Program on the Environment: Within PoE there are many opportunities to directly integrate the garden into ongoing courses. It will become a teaching classroom for ENVIR 440 - Environmental Pedagogy, will be integrated into The Natural History of the Puget Sound Region (ENVIRO 280) as a long-term monitoring site, and most importantly will be used as a site for the Environmental Studies Capstone (ENVIR 494, 495, 496), a three-quarter independent project each student must design and complete that focuses on integrating classroom learning (content, concept, skill) into a "real world" project with well-defined deliverables. Through the capstone process, we envision deepening the sustainability and outreach features of the garden, and ultimately connecting the garden to the larger planned green space (see above).
Outreach will be completed through employing several strategies including online resources and curriculum integration. The project will be featured on the websites and blog postings for PoE, LA, wǝɫǝbʔaltxʷ and the UW Farm, will be featured at the UW Sustainability Fair, and the annual OUT / in / FRONT gallery hosted by the College of Built Environments. We will also invite UW Today, UW-TV, and the UW website to cover the project.
- Living Systems and Biodiversity
- Environmental Justice
In collaboration, students from PoE and the Grounds Services program through UW Facilities Maintenance and Construction will develop a long-term maintenance plan for the site. The site will become the joint responsibility of PoE and UW Grounds for maintenance, and may also be attended to by students associated with the UW Farm (depending on the degree to which the site reflects edibility) and/or wǝɫǝbʔaltxʷ (depending on the degree to which the site reflects cultural plantings and use). The PoE program will conduct seasonal work parties to provide major maintenance needs while UW Grounds will provide regular maintenance services.
Recent research in the environmental sciences and education has shown that as we become a more urban society opportunities for building greater environmental literacy across all age classes has been decreasing. This project seeks to offer an opportunity for students and the public to gain a greater understanding of how environmental systems can be designed and incorporated at the site scale. As discussed above, we envision a future campus where all of the functions of the landscape are integrated and showcased, allowing the UW community and the public to engage in experiential learning - literally – as they walk across campus.
For many, the functions of the land are hidden: habitat for native species, pollinator refuges, the slow collection and dispersal of stormwater, air filtration, carbon sequestration, food and resource production, cultural grounding, physical and mental well-being. Within the current campus, landscape is well-used for transit, for views and scenery, and for the provision of spaces to gather and play. Ecosystem services are less well articulated to the point where some landscapes are completely non-native, non-edible, non-cultural, and may even contribute to species invasion.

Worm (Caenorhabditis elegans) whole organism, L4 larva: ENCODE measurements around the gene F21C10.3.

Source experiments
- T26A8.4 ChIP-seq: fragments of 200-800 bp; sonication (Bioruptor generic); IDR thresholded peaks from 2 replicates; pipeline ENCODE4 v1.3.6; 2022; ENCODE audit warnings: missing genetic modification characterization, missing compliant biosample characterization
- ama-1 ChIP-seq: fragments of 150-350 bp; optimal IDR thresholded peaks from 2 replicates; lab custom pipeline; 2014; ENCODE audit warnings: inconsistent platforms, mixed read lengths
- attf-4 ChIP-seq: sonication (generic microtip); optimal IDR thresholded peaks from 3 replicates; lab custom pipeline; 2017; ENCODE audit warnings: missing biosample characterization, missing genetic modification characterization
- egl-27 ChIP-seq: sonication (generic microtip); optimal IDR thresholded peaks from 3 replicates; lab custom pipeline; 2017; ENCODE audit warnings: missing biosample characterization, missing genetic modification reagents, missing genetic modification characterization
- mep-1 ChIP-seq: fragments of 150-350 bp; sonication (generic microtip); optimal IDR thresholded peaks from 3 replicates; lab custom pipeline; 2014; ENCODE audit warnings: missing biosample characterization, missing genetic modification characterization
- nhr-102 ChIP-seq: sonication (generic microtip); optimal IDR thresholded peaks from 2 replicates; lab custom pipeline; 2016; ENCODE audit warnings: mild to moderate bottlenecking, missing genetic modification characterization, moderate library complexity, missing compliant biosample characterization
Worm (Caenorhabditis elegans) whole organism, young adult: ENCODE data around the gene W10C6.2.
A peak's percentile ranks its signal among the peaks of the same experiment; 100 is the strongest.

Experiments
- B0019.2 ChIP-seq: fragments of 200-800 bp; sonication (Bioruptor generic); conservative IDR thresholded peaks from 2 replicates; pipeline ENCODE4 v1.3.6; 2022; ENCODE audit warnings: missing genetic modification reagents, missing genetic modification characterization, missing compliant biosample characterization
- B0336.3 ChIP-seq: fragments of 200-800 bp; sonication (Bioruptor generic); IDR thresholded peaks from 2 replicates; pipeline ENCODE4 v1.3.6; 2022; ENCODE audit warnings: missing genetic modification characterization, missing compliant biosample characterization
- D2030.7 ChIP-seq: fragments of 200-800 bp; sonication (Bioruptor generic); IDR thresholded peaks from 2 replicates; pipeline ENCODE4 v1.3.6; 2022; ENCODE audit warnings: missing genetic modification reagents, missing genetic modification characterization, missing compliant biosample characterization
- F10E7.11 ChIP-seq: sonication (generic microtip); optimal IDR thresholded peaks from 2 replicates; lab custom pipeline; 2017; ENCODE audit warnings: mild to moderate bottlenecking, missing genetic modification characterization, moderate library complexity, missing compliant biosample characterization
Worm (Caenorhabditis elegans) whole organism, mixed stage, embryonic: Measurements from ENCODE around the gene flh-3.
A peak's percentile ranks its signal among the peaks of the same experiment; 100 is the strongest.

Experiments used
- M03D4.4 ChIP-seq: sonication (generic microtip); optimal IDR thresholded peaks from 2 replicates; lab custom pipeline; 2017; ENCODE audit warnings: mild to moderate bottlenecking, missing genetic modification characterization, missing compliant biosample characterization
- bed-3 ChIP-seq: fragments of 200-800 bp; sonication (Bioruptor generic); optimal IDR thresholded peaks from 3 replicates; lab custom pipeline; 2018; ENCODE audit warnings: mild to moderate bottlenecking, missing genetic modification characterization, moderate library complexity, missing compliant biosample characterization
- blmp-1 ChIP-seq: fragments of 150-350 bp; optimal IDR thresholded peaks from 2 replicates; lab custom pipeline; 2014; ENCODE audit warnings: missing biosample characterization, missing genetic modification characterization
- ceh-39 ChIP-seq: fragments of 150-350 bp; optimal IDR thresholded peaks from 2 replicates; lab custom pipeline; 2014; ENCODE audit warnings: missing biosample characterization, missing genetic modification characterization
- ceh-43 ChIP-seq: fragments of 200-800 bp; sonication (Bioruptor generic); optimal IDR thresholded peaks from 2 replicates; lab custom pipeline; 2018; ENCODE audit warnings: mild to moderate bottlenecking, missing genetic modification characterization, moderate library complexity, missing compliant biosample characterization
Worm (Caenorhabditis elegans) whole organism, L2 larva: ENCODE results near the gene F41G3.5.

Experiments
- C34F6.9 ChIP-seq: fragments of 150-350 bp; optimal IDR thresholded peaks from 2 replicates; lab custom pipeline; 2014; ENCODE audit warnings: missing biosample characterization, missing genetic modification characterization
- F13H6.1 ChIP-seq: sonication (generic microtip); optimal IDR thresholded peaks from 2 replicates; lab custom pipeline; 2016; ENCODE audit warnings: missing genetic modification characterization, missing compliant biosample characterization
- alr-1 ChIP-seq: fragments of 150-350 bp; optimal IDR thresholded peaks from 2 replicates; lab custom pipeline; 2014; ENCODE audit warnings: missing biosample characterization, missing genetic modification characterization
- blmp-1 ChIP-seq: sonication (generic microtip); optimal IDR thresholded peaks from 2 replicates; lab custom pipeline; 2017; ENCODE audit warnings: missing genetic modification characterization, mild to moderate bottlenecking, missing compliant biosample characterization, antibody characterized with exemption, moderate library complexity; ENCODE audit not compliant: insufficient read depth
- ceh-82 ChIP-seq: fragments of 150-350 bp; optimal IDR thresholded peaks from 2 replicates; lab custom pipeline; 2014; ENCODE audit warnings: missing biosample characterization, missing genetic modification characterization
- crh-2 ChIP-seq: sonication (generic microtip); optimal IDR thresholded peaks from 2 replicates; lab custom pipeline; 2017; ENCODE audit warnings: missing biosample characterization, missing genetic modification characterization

We seek to use the Fisheries Courtyard Sustainability and Education Garden to accomplish two functions:
1. creation of sustainable landscape elements, including storm-water management, habitat creation, cultural celebration and potentially edibility.
2. showcasing of these elements within an intentionally designed outdoor learning setting so that formal and informal experiential education regarding sustainable features of landscape design and function can take place.
Explain how the impacts will be measured:
The Sustainability Learning Space will conserve and improve local insect and avian habitat through the development and implementation of a native planting plan that is focused on locally significant plant community structure to provide foraging, nesting and/or migratory stop-over habitat. Shifts in the visiting bird community will be monitored as part of an ongoing effort to track wildlife use on the University of Washington campus by the course The Natural History of the Puget Sound Region (ENVIRO 280).
The rain garden will be designed to accommodate all of the stormwater runoff generated from impervious surfaces on the site. The garden may receive water from sources adjacent to the site such as the Fisheries Science Building roof, or sidewalks surrounding the site.
Project impact will also be measured through student on-site work hours, through all phases of the project and subsequent use. Formal events in the garden will be monitored through an online reservation calendar hosted by PoE. There have also been suggestions to have an on-site book for visitors to reflect on the space of the garden and their visit for a more informal catalog of use.
This funding request is a: Grant
If this is a loan, what is the estimated payback period?:
|Item||Cost per Item||Quantity||Total Cost|
|Rental Equipment||$2,500 (includes use of truck, front loader)||1||$2,500|
|Concrete||$1,750||2 (concrete pours)||$3,500|
|Unit/Department||Description of Expense||Amount|
|Program on the Environment||Gift Fund||$26,750|
|Department of Landscape Architecture||Salary for Professor (2 quarters)||$29,062|
|Department of Landscape Architecture||Salary for Teaching Assistant (2 quarters)||$8,300|
|Task||Timeframe||Estimated Completion Date|
|Project Design||1 month||early February 2017|
|Construction Documents, Site Survey, and Material Procurement||1 month||March 2017|
|Site Preparation and Construction||3 months||June 2017|
|Interpretive Signage Design, Fabrication, and Installation||2 months||June 2017|